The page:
The Apollo 11 mission, which took place in 1969, fulfilled President John F. Kennedy’s commitment made in September 1962 to land a man on the Moon before the decade was up. NASA has said that it intends to create a permanent human settlement on the Moon within the next ten years. This is after more than 50 years after the first lunar landing. Even with such a high objective, the idea of long-term lunar colonization is full of challenges.
Where to settle is the first issue. The best location is probably close to one of the poles because of the Moon’s prolonged day-night cycle. Two particular locations have been proposed: Mount Malapert and the rim of the Peary crater. With a wide, smooth landing area and sections of persistent shadow, Mount Malapert is believed to be saturated with implanted hydrogen and helium. Four mountainous regions dubbed the “peaks of eternal light” encircle the Peary crater with a broad, flat topography. This area offers a steady temperature and access to solar power.
The accommodation problem arises after the place has been selected. There are two options: surface-based biodomes or subterranean lava tubes. The former offers better defense against meteorite collisions and solar radiation, which is around 200 times stronger on the Moon than on Earth. The latter gives more convenient access and transportation in addition to the psychological advantages of being outside. The most likely future combines the two. With this combination, regolith will serve as the main building material, and lunar structures being built with a combination of 3D printing and regolith.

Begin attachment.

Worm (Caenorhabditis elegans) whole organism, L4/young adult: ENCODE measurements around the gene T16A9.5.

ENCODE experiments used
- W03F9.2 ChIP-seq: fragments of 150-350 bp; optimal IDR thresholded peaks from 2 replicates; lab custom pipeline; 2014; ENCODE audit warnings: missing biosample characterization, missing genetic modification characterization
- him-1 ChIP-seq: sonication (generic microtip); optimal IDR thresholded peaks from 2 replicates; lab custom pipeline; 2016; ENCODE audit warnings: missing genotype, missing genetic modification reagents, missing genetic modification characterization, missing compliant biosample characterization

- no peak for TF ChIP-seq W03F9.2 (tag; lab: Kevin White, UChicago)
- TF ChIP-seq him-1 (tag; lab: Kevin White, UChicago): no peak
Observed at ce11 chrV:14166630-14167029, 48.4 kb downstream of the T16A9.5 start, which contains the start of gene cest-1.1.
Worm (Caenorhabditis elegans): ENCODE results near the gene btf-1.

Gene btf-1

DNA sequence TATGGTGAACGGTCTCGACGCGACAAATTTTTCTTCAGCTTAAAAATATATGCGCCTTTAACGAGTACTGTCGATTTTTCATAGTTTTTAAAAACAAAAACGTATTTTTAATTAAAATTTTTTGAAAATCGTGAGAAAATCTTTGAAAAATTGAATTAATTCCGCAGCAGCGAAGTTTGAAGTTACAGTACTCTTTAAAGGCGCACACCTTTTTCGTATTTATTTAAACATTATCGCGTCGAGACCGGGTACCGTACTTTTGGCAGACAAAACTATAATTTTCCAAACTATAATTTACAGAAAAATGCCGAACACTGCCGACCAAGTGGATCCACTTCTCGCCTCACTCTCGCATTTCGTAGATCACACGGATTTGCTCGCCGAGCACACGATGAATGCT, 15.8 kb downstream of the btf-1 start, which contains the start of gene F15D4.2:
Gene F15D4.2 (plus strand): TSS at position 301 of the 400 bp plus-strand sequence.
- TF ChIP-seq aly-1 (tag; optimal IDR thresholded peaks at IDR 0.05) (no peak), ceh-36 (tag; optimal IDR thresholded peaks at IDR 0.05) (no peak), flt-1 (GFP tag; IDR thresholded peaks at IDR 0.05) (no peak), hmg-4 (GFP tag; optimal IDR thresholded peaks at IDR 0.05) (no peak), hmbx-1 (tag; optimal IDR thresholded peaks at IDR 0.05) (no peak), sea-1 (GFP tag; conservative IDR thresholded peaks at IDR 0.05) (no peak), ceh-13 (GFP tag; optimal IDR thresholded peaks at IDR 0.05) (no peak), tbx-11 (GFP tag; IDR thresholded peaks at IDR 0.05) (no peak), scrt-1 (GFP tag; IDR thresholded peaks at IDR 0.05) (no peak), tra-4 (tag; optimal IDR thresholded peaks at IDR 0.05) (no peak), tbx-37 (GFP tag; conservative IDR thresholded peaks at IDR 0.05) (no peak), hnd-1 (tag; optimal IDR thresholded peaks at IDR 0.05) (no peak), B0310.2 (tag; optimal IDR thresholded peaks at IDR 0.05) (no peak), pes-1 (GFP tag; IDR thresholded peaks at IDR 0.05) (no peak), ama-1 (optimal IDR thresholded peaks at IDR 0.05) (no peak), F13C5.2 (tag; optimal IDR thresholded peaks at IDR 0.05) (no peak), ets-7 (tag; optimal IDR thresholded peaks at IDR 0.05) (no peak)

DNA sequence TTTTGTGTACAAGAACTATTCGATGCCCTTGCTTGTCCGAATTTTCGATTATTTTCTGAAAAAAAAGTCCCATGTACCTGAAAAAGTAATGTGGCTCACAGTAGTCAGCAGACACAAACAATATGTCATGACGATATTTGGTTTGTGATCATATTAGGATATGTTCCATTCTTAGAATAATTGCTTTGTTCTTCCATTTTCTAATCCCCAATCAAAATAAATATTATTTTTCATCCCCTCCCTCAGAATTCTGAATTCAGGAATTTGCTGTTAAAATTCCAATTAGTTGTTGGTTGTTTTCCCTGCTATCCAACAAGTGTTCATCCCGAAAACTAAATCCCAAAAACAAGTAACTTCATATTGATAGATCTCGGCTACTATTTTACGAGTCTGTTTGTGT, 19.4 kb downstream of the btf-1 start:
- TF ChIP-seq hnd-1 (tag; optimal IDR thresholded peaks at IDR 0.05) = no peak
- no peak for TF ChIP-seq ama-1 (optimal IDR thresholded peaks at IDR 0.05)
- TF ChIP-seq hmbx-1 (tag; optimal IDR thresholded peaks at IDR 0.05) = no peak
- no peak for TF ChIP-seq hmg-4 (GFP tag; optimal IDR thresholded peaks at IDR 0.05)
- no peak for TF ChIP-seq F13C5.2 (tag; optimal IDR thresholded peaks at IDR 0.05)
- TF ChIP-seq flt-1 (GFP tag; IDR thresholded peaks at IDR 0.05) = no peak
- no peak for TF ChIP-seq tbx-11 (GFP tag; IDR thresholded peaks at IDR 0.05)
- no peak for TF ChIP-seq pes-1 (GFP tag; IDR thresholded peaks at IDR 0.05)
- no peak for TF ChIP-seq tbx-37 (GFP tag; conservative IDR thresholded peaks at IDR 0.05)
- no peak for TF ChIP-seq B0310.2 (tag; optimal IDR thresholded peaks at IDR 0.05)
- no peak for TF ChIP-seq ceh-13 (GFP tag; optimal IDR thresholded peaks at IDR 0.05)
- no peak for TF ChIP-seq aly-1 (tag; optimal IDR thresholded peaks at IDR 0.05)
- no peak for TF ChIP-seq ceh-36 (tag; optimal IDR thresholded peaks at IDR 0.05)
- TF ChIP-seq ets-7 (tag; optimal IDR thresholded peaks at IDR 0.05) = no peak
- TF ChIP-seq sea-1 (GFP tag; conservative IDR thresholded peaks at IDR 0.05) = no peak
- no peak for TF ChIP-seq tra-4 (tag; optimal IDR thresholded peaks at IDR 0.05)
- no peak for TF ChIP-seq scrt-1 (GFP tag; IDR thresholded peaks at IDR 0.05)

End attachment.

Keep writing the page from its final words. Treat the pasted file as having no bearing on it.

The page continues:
The lunar settlement needs food and energy as every other Earth city does. Water has been split into hydrogen and oxygen to create fuel for propulsion, and solar energy is a potential energy source. Food will initially need to be brought from Earth. However, artificial food production and hydroponic crops will continue to be issues. The inclusion of several space agencies and people, including wealthy ones like Elon Musk and Jeff Bezos, will necessitate careful legal and practical considerations.
At present, the Moon is regulated by the Outer Space Treaty of 1966. This treaty forbids national possession of space and deems it open to exploration and usage by all governments. The treaty will need to be renegotiated and expanded. This will take into account the many national and cultural interests. In addition, it must consider the legal consequences of people possessing the riches and power of whole nations.
The difficulties of surviving under a gravity of one-sixth and 250,000 miles from Earth must also be addressed physically and psychologically. The International Space Station has housed astronauts for almost a year, but the Moon poses new difficulties. It is unclear, for instance, how our cardiovascular and musculoskeletal systems would adjust to the significantly reduced gravity. Psychologists express concern about loneliness, astrophobia, and the fear of space itself.